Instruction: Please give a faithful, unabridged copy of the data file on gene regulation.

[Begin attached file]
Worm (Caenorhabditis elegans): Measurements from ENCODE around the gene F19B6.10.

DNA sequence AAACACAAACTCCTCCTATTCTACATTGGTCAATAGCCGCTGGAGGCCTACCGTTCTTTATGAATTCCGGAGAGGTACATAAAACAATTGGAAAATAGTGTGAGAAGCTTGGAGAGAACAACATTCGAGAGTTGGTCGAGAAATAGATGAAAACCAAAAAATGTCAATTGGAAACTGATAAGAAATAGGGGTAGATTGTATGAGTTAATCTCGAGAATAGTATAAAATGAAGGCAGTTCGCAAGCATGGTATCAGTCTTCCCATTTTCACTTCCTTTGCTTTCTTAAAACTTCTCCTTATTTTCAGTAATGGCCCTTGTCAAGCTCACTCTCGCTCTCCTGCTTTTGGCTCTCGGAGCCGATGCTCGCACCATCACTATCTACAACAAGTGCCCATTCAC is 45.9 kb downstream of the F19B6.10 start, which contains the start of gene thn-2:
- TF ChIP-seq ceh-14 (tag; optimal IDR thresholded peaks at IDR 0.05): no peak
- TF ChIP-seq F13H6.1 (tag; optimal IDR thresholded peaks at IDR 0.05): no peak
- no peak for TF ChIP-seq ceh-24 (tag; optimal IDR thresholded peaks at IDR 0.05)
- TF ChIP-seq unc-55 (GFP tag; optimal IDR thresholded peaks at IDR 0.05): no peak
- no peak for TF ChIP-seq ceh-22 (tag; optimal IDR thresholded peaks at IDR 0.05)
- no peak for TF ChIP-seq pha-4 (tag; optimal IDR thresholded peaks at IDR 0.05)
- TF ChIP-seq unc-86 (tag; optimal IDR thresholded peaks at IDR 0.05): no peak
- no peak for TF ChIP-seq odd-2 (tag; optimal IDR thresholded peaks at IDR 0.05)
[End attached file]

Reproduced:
Worm (Caenorhabditis elegans): Measurements from ENCODE around the gene F19B6.10.

DNA sequence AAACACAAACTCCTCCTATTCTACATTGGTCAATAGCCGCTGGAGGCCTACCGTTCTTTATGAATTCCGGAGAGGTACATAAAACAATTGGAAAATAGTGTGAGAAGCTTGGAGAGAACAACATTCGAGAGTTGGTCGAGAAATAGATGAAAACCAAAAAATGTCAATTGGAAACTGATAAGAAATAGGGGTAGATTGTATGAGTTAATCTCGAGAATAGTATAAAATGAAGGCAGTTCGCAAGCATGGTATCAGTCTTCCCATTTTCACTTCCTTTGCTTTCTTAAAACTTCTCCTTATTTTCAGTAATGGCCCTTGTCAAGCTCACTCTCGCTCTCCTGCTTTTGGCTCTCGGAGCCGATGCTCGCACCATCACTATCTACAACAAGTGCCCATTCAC is 45.9 kb downstream of the F19B6.10 start, which contains the start of gene thn-2:
- TF ChIP-seq ceh-14 (tag; optimal IDR thresholded peaks at IDR 0.05): no peak
- TF ChIP-seq F13H6.1 (tag; optimal IDR thresholded peaks at IDR 0.05): no peak
- no peak for TF ChIP-seq ceh-24 (tag; optimal IDR thresholded peaks at IDR 0.05)
- TF ChIP-seq unc-55 (GFP tag; optimal IDR thresholded peaks at IDR 0.05): no peak
- no peak for TF ChIP-seq ceh-22 (tag; optimal IDR thresholded peaks at IDR 0.05)
- no peak for TF ChIP-seq pha-4 (tag; optimal IDR thresholded peaks at IDR 0.05)
- TF ChIP-seq unc-86 (tag; optimal IDR thresholded peaks at IDR 0.05): no peak
- no peak for TF ChIP-seq odd-2 (tag; optimal IDR thresholded peaks at IDR 0.05)